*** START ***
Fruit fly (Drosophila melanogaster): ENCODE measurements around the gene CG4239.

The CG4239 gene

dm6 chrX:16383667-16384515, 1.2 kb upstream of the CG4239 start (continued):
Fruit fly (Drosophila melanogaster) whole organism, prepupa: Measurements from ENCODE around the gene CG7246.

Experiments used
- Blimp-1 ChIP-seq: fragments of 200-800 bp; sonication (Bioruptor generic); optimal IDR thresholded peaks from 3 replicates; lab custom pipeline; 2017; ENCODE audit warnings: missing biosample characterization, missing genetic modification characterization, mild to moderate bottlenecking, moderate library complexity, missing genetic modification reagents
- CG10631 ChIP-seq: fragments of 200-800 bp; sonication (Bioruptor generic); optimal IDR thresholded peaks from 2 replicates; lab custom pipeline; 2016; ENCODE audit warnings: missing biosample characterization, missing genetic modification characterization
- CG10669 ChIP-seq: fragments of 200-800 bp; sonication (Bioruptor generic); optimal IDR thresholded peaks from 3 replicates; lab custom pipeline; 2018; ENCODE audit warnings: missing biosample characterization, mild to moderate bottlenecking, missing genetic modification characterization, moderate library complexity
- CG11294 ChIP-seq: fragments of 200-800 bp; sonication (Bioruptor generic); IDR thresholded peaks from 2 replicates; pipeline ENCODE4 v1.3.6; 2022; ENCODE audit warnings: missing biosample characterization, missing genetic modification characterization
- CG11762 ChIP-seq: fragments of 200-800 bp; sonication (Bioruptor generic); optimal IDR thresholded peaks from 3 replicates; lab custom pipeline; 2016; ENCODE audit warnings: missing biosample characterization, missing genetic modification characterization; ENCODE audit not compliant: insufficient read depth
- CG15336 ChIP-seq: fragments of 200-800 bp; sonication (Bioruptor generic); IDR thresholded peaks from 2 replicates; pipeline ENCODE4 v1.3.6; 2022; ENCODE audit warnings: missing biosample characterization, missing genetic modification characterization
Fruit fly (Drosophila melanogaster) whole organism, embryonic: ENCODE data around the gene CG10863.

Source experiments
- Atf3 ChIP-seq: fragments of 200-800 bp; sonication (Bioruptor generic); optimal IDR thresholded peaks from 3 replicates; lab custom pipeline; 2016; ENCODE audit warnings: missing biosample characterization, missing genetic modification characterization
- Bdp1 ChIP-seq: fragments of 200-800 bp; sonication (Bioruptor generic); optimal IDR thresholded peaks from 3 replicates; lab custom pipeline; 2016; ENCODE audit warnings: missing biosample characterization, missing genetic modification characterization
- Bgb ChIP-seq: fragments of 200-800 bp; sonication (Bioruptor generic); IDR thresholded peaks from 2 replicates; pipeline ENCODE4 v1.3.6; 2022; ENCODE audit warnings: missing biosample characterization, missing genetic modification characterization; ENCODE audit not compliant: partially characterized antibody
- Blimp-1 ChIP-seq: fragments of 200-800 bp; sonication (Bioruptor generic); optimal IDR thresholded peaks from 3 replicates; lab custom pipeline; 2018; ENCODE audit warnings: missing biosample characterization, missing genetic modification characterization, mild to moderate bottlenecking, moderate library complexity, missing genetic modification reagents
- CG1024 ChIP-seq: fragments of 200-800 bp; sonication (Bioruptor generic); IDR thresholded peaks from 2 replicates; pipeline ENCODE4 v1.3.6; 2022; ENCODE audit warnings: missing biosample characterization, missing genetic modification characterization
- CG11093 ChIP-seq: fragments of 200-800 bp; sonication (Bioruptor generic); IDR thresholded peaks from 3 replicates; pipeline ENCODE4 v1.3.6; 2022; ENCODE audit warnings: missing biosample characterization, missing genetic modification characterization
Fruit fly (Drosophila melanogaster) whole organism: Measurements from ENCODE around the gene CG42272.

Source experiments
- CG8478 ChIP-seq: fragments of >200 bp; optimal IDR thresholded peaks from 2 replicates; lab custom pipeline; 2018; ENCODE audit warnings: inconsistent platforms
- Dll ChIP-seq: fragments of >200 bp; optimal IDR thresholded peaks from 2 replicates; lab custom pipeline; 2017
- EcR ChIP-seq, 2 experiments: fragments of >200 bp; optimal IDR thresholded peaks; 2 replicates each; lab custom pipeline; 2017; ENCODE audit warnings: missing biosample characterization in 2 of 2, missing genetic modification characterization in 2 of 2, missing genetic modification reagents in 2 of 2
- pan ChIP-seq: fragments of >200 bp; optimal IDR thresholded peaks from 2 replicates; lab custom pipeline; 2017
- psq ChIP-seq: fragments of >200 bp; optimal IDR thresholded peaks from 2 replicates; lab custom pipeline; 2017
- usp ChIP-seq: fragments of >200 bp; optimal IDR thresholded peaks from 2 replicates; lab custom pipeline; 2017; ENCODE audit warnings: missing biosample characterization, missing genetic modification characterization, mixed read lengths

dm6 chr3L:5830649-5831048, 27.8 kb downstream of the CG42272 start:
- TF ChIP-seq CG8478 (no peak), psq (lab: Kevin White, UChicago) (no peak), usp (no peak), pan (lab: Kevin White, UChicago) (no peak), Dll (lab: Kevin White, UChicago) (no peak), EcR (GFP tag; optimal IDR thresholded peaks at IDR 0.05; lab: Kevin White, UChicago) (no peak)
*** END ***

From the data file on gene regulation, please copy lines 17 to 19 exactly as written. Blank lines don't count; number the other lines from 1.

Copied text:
- Blimp-1 ChIP-seq: fragments of 200-800 bp; sonication (Bioruptor generic); optimal IDR thresholded peaks from 3 replicates; lab custom pipeline; 2018; ENCODE audit warnings: missing biosample characterization, missing genetic modification characterization, mild to moderate bottlenecking, moderate library complexity, missing genetic modification reagents
- CG1024 ChIP-seq: fragments of 200-800 bp; sonication (Bioruptor generic); IDR thresholded peaks from 2 replicates; pipeline ENCODE4 v1.3.6; 2022; ENCODE audit warnings: missing biosample characterization, missing genetic modification characterization
- CG11093 ChIP-seq: fragments of 200-800 bp; sonication (Bioruptor generic); IDR thresholded peaks from 3 replicates; pipeline ENCODE4 v1.3.6; 2022; ENCODE audit warnings: missing biosample characterization, missing genetic modification characterization